2. Miscellaneous Finds – Robyn Stocks, Casey & Lowe Pty Ltd

    This session aims to introduce historical archaeologists to the identification of miscellaneous or small finds. While the discussion will concentrate on artefacts commonly found on historic sites, other more unusual items will also be shown that are often only recovered during careful sieving. Information will be given about where many objects were manufactured, their date, and references for further research. Understanding the background and functions of different categories of miscellaneous artefacts can be an invaluable on-site tool, and crucial for the analysis, reporting and presentation of the site to the client and the public. Some strategies on how to tackle difficult identifications will be given and information on caring for objects in the field and lab. The participants are encouraged to bring one or two artefacts that are challenging, so all can learn.

Session 2: Specialist Focus on Finds: the value of expert study | 1:00pm to 3:00pm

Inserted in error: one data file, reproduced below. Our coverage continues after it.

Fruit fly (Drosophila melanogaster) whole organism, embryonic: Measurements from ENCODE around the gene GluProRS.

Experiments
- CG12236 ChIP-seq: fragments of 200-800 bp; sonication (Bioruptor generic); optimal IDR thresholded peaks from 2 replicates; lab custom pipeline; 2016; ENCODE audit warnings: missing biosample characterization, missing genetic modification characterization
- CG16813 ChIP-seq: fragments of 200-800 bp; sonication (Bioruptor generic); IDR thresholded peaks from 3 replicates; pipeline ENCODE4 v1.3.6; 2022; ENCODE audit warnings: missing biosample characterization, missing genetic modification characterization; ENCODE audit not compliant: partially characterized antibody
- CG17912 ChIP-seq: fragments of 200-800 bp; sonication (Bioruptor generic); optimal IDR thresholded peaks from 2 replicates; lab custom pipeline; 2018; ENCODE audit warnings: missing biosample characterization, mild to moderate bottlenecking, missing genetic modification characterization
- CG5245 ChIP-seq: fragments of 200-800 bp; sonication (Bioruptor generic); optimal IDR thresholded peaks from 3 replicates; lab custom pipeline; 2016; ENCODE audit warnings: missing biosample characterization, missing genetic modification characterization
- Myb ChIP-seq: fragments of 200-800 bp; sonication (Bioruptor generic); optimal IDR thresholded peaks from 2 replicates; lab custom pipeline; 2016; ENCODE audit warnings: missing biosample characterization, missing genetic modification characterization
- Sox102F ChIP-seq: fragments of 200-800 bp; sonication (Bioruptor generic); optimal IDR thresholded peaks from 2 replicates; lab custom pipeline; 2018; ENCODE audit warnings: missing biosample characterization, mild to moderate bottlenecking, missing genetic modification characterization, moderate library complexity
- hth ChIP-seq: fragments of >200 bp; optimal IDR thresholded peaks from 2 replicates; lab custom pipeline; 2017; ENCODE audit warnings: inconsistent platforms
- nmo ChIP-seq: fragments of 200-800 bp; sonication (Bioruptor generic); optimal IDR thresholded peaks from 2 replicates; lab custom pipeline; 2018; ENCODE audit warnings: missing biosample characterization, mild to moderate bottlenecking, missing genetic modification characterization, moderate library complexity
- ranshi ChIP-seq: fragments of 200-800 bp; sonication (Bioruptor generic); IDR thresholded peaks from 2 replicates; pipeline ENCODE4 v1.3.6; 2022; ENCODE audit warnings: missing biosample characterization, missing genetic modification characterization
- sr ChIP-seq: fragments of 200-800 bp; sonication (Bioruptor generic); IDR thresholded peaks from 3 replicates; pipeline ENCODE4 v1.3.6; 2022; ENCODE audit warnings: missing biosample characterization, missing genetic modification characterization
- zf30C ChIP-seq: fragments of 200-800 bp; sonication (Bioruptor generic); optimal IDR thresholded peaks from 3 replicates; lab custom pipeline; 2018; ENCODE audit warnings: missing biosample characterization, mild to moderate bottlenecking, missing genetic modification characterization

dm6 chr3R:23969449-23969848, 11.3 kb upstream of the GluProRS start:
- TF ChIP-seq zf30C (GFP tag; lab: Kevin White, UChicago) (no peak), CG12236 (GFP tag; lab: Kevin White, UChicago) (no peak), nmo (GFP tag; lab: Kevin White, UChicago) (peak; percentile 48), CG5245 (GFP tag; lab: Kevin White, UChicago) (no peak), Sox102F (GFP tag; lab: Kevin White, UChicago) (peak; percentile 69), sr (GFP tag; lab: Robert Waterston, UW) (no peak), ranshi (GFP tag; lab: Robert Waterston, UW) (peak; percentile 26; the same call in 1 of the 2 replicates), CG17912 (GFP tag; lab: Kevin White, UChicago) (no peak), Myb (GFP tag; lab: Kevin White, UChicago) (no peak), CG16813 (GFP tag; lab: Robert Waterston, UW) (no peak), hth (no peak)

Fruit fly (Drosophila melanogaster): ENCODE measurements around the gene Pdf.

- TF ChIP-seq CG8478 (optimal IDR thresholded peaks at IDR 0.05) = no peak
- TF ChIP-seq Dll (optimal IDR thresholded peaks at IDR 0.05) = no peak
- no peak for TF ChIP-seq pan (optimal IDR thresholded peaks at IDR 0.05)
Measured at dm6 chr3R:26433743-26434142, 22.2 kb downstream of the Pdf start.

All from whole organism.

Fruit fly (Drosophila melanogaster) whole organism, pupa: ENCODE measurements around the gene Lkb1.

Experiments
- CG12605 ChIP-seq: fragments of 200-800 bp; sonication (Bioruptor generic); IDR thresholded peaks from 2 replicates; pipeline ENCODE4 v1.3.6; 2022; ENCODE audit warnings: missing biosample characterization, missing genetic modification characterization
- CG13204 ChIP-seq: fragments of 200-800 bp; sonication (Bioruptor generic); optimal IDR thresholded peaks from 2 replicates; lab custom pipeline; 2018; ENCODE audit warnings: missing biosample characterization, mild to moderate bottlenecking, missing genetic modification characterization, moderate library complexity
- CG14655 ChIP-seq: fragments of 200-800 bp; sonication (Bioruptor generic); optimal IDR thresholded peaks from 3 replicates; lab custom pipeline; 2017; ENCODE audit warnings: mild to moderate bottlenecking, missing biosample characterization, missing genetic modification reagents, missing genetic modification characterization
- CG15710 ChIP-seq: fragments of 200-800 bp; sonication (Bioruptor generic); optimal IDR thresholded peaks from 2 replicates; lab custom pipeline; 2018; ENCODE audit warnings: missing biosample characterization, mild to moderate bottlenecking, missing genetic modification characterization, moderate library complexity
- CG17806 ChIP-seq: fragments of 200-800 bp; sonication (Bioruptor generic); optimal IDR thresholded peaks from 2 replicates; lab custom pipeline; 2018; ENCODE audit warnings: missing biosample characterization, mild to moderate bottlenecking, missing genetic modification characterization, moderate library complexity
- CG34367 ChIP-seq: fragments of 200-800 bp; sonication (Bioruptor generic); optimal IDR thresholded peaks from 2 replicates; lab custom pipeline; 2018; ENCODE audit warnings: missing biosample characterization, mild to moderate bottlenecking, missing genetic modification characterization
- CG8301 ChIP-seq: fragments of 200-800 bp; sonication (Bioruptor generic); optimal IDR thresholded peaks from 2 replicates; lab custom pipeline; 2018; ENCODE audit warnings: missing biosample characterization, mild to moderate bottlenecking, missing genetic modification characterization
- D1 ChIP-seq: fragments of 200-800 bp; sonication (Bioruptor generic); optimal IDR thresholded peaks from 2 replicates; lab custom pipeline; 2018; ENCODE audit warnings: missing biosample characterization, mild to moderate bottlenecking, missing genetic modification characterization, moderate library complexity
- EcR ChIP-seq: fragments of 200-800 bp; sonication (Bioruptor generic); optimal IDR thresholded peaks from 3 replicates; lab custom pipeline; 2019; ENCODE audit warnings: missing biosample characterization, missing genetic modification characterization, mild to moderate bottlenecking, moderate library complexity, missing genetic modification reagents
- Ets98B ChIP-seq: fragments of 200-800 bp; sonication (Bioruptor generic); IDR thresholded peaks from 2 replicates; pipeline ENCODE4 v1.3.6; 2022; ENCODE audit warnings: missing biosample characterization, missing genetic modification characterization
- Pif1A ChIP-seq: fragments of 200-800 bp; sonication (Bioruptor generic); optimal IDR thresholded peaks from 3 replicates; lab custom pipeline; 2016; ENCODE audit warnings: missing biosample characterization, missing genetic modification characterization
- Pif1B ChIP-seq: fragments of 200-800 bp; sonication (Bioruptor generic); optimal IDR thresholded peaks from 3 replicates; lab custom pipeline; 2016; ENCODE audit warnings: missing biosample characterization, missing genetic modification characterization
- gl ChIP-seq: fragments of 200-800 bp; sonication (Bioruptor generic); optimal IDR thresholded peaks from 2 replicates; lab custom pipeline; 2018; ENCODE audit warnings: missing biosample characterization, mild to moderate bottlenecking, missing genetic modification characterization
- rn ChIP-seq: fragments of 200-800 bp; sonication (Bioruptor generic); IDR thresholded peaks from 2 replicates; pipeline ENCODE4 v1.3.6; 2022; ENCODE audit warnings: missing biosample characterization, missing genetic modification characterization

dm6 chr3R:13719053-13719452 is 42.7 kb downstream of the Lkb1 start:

1. Glass Tableware – Jeanne Harris, Urban Analysists

    For many glass tableware from an archaeological context provides basic data on the form and function, but there is so much more information these artefacts can provide. This session will illustrate how specialist analysis can distinguish the quality of the glass and manufacture through in-depth analysis that takes into account multiple characteristic of an item. Stylistic trends are often based on use-popularity date ranges that assist in identifying manufacturing locations and served to narrow date ranges for glass tableware, but as this session hope to illustrate acquiring the cumulative knowledge for such analysis is a long process that can involve years of experience and research. Participants are encouraged to bring unusual items they wish to share with the group.

  2. Building Materials – Robyn Stocks, Casey & Lowe Pty Ltd